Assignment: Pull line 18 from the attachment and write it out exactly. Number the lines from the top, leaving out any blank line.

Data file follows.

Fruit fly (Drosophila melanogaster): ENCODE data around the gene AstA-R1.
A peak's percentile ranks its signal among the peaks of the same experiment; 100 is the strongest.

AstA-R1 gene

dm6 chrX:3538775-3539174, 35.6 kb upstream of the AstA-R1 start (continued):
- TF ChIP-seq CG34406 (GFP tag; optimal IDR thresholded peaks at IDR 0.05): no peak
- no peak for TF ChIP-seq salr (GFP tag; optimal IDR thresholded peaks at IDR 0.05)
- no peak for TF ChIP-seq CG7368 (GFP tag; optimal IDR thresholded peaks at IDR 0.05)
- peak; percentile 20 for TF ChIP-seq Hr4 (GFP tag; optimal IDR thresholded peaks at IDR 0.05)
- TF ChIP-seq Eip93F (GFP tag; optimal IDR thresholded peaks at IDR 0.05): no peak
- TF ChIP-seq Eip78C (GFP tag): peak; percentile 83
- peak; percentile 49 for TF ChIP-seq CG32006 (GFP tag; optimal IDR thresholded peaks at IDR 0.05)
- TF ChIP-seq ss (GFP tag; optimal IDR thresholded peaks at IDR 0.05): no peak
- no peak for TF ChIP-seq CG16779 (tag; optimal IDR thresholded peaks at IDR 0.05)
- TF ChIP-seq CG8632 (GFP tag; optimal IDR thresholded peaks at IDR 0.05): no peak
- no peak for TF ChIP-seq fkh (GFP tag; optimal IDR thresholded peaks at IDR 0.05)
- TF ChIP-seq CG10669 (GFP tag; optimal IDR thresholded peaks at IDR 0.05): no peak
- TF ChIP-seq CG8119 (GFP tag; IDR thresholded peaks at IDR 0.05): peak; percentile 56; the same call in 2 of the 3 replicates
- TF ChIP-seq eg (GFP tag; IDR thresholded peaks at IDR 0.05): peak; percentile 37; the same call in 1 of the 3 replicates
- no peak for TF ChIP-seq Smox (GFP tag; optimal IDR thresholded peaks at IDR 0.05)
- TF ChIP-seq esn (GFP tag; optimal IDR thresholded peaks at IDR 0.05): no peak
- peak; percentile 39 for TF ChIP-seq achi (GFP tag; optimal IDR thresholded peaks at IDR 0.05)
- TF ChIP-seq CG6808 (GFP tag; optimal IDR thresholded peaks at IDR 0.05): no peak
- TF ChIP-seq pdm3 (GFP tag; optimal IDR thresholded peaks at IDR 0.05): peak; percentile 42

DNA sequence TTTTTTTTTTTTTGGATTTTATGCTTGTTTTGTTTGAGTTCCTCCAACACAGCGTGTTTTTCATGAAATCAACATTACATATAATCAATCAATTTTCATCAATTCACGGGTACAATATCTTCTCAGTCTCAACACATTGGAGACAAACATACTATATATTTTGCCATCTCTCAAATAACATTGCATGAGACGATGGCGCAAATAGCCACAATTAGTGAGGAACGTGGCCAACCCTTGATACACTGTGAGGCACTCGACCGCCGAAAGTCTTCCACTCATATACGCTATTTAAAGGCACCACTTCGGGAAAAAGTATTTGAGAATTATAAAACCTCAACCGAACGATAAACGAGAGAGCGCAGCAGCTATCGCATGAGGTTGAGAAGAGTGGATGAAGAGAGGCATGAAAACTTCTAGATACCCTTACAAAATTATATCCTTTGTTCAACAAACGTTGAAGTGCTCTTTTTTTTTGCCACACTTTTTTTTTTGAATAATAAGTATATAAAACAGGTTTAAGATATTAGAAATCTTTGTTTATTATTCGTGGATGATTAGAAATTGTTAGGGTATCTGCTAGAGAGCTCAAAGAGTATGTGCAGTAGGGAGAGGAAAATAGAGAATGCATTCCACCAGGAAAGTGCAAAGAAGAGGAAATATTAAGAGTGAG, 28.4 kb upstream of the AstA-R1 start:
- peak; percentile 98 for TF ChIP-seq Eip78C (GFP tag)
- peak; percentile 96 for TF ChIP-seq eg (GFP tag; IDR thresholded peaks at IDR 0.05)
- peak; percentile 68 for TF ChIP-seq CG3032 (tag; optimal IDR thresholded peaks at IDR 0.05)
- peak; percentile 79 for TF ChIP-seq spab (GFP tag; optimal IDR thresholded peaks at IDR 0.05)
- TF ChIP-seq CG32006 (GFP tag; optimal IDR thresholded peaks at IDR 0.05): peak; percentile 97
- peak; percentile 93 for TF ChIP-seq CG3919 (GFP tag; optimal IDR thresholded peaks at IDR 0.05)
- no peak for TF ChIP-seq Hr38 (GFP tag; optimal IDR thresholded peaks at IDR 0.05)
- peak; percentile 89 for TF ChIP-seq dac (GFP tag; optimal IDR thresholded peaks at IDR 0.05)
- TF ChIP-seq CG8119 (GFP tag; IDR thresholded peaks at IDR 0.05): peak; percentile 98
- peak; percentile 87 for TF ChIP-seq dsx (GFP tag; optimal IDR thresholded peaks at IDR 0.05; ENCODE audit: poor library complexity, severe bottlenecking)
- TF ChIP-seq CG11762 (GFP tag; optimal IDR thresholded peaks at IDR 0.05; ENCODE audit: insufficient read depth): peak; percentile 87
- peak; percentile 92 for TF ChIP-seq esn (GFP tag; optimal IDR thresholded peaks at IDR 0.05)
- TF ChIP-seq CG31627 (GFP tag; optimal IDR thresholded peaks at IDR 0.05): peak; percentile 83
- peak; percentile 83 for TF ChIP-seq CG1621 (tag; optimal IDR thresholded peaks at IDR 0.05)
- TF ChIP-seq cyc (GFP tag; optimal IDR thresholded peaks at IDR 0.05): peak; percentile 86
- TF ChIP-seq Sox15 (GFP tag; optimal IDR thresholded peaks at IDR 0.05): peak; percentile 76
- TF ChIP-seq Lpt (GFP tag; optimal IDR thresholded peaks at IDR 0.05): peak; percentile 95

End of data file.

- TF ChIP-seq eg (GFP tag; IDR thresholded peaks at IDR 0.05): peak; percentile 37; the same call in 1 of the 3 replicates